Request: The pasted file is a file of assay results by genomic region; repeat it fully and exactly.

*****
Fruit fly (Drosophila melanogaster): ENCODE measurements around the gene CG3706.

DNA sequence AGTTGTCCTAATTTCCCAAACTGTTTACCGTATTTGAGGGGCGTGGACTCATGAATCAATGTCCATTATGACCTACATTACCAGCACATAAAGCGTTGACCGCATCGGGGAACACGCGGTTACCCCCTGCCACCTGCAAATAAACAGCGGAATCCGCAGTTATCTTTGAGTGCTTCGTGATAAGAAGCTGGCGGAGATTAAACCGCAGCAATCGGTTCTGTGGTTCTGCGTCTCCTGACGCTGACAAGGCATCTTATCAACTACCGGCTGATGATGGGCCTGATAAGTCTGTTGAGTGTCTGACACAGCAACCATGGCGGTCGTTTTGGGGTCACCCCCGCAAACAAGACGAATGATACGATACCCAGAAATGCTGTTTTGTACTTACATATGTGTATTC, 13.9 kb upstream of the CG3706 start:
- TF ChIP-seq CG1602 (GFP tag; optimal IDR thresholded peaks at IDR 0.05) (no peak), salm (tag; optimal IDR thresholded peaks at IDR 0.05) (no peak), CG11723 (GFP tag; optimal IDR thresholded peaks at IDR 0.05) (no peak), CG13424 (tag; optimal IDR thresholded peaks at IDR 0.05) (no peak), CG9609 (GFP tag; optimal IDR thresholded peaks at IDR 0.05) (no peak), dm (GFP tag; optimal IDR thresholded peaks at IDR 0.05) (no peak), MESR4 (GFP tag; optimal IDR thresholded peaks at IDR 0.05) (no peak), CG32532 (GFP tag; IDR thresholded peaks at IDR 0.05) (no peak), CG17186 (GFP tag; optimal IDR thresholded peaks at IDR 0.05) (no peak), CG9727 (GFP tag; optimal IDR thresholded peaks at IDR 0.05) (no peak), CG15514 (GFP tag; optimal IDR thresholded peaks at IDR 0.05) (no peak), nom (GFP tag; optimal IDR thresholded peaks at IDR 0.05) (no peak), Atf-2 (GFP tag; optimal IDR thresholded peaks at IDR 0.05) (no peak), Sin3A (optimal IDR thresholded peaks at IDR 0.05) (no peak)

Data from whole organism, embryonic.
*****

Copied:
Fruit fly (Drosophila melanogaster): ENCODE measurements around the gene CG3706.

DNA sequence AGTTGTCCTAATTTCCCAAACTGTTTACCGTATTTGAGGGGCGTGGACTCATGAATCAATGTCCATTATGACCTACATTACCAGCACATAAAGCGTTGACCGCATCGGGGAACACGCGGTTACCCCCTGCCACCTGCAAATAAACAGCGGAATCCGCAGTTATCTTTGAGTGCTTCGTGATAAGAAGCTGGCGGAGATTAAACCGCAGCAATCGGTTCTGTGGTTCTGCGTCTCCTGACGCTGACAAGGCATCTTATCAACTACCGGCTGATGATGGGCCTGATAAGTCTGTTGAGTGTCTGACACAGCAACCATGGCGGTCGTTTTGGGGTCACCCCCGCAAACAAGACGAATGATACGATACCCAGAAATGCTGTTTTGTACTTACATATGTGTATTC, 13.9 kb upstream of the CG3706 start:
- TF ChIP-seq CG1602 (GFP tag; optimal IDR thresholded peaks at IDR 0.05) (no peak), salm (tag; optimal IDR thresholded peaks at IDR 0.05) (no peak), CG11723 (GFP tag; optimal IDR thresholded peaks at IDR 0.05) (no peak), CG13424 (tag; optimal IDR thresholded peaks at IDR 0.05) (no peak), CG9609 (GFP tag; optimal IDR thresholded peaks at IDR 0.05) (no peak), dm (GFP tag; optimal IDR thresholded peaks at IDR 0.05) (no peak), MESR4 (GFP tag; optimal IDR thresholded peaks at IDR 0.05) (no peak), CG32532 (GFP tag; IDR thresholded peaks at IDR 0.05) (no peak), CG17186 (GFP tag; optimal IDR thresholded peaks at IDR 0.05) (no peak), CG9727 (GFP tag; optimal IDR thresholded peaks at IDR 0.05) (no peak), CG15514 (GFP tag; optimal IDR thresholded peaks at IDR 0.05) (no peak), nom (GFP tag; optimal IDR thresholded peaks at IDR 0.05) (no peak), Atf-2 (GFP tag; optimal IDR thresholded peaks at IDR 0.05) (no peak), Sin3A (optimal IDR thresholded peaks at IDR 0.05) (no peak)

Data from whole organism, embryonic.